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Home » Edilberto C. de Jesus You are browsing entries tagged with “Edilberto C. de Jesus”

‘Politically motivated’

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Following Ruby Tuason’s appearance at the Senate to speak on the Napoles pork barrel scam, Vice President Jejomar Binay questioned her enlistment in the government’s Witness Protection Program, dismissing as a “dud,” not a “slam-dunk,” the testimony she could provide.

Posted: March 1st, 2014 in Columns,Editor's Pick,Featured Columns,Featured Headline,Inquirer Opinion | Read More »

Practicing political patronage

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The Supreme Court decision declaring unconstitutional the Priority Development Assistance Fund and similar arrangements paves the way for the radical restructuring of legislative-executive relations. Alas, it will not create a totally and permanently corrupt-free government.

Posted: December 6th, 2013 in Columns,Editor's Pick,Featured Columns,Featured Headline,Inquirer Opinion | Read More »

Casino democracy

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The title I owe to Benedict Anderson, the eminent scholar of Southeast Asian history and politics. Studying the electoral landscape, Anderson described the Philippine system as “politics in a well-run casino.”

Posted: November 9th, 2013 in Columnists,Columns,Editor's Pick,Featured Columns,Inquirer Opinion | Read More »

The Enrile legacy?

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Senator Juan Ponce Enrile (JPE) achieved a moment of historical redemption for his role in the impeachment trial of Chief Justice Renato Corona. A short one. He overreached by trying to rewrite history in his autobiography, which only underlined his complicity in the martial law regime.

Posted: September 6th, 2013 in Columns,Featured Columns,Featured Headline,Inquirer Opinion | Read More »

Thinking about pork

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Can Asians think? Evasive statements from parties implicated in the alleged pork barrel scam recalled the book of Kishore Mhabubani, former Singapore ambassador to the United Nations and now dean of the LKY School of Public Policy. The alleged scammers apparently believe that Filipinos cannot think.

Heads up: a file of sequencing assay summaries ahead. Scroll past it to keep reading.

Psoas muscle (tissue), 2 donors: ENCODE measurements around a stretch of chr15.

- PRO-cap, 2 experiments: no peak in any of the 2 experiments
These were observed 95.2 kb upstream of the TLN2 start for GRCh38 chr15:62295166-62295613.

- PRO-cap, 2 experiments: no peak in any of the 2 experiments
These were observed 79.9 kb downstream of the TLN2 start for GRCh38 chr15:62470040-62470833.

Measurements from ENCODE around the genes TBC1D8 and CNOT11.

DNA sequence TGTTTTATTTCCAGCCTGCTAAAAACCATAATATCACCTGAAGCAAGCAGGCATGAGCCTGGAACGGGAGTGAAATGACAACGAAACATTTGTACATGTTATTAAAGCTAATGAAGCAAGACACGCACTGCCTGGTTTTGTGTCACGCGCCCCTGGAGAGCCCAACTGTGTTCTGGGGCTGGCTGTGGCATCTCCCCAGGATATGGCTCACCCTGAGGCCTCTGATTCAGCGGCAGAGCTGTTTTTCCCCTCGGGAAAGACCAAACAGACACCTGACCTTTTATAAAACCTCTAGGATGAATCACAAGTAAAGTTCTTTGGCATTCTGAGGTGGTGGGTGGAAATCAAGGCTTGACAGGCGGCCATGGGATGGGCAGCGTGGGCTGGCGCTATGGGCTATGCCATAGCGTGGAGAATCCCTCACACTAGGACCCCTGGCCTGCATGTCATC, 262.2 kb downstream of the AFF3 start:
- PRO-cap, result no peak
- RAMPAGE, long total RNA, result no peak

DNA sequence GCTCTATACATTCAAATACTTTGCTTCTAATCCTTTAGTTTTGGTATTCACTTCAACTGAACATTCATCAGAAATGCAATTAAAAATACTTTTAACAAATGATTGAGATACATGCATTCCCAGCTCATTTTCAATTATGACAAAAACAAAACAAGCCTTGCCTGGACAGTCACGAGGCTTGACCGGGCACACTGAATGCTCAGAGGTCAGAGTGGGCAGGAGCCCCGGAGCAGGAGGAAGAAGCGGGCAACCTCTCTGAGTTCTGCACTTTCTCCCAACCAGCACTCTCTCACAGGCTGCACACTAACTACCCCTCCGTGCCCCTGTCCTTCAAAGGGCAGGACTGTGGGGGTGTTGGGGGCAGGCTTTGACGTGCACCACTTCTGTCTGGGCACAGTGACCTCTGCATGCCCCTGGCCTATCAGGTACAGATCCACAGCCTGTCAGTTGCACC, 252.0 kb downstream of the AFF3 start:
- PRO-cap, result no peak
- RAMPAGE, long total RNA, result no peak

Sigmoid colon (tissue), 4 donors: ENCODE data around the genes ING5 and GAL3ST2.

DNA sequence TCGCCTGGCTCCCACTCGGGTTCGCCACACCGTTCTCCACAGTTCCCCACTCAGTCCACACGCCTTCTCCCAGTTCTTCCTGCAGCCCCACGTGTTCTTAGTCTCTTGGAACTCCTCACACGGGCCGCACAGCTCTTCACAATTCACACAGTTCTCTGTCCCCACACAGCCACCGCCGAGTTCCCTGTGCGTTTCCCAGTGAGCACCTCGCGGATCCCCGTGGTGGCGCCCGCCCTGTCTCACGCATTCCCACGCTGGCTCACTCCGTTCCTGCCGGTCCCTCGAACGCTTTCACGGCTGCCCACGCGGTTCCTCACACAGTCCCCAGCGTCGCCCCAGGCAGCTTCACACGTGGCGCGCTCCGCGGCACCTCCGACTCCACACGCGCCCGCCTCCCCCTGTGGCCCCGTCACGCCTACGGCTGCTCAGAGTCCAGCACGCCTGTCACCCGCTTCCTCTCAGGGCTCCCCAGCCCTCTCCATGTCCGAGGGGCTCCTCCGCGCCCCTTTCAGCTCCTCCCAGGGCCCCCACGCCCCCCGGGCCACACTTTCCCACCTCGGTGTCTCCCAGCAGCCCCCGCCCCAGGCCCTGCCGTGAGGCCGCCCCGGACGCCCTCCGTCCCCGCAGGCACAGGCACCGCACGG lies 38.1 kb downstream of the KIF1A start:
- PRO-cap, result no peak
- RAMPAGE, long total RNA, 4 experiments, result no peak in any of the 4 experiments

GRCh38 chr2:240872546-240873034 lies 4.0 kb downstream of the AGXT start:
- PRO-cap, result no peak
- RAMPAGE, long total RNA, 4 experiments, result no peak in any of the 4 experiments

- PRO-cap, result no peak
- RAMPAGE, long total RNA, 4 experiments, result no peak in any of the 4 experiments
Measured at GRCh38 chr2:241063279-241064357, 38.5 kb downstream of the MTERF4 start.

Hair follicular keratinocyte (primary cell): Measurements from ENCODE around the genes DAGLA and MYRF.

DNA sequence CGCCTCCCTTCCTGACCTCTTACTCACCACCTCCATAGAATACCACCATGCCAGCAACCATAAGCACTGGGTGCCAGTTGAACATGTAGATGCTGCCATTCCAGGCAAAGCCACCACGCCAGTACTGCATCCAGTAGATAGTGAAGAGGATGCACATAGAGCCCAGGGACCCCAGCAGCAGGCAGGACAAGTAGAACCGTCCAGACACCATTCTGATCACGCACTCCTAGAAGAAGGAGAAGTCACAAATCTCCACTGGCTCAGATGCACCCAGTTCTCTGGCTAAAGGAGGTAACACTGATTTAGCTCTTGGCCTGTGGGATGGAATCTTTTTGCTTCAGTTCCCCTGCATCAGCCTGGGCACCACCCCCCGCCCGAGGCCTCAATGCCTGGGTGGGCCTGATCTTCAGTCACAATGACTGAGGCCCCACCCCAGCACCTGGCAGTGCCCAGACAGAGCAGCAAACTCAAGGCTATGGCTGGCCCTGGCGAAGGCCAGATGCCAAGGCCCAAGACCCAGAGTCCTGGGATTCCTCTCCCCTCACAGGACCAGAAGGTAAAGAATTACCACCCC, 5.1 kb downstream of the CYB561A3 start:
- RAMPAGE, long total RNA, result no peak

Posted: August 2nd, 2013 in Columns,Editor's Pick,Featured Columns,Featured Headline,Inquirer Opinion | Read More »

Uprooted

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The 1988 report of the Independent Commission on International Humanitarian Issues used “Uprooted” to describe individuals and communities displaced from their original areas of settlement. With Nippon Foundation support, Prince Hassan bin Talal, a member of the commission, convened last month the 5th West Asia North Africa (WANA) Forum to revisit the issue.

Posted: July 5th, 2013 in Columns,Editor's Pick,Featured Columns,Featured Headline,Inquirer Opinion | Read More »

Inclusive education

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I have participated in many commencement exercises, and presided over a number of them. None was more memorable or more moving than the graduation I attended three weeks ago at the Apu Palumgawan Cultural Education Center (APC) in Bendum, Bukidnon.

Posted: May 3rd, 2013 in Columnists,Columns,Editor's Pick,Featured Columns,Featured Headline,Inquirer Opinion | Read More »

‘Quo vadis?’

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This Latin interrogative sentence became memorable as the title of a Hollywood film that won multiple Oscar awards, including one for Peter Ustinov playing the role of the Roman Emperor Nero. The spectacle and the love story perhaps distract from the context and the import of the question.

Posted: April 6th, 2013 in Columns,Featured Columns,Featured Headline,Inquirer Opinion | Read More »

Anticipating the AEC

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The latest Sabah incident recalls again how the countries of Southeast Asia took shape from the territorial fragments cut up by foreign colonial powers. The task of ensuring the fit of the jigsaw pieces they inherited still occupies national governments.

Posted: March 1st, 2013 in Columns,Editor's Pick,Featured Columns,Featured Headline,Inquirer Opinion | Read More »

Going global

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The message is hardly new: Prosperity, perhaps survival, in the 21st-century business environment requires enterprises to expand beyond national boundaries. What is surprising is that Japan should feel the need to preach a message whose practice it had pioneered and in which it had excelled.

Posted: February 1st, 2013 in Columnists,Columns,Editor's Pick,Featured Columns,Featured Headline,Inquirer Opinion | Read More »

Plagiarism

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One senator’s issue has become an institutional concern. Two weeks ago, Senator Alan Peter Cayetano said that the Senate ethics committee he chairs was formulating the rules for hearing some six plagiarism cases on its agenda, including one against his sister, Sen. Pia Cayetano. There has been no additional update.

Posted: December 7th, 2012 in Columns,Editor's Pick,Featured Columns,Featured Headline,Inquirer Opinion | Read More »

Democracy for all

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TAKING OFF from the Unesco advocacy on Education for All (EFA), the World Movement for Democracy chose Democracy for All: Ensuring Political, Social and Economic Inclusion as the theme for its seventh biennial assembly, convened last month in Lima, Peru. For both education and democracy, inclusion is the urgent agenda, and EFA must serve as the foundation for worldwide democracy.

Posted: November 2nd, 2012 in Columns,Featured Columns,Featured Headline,Inquirer Opinion | Read More »

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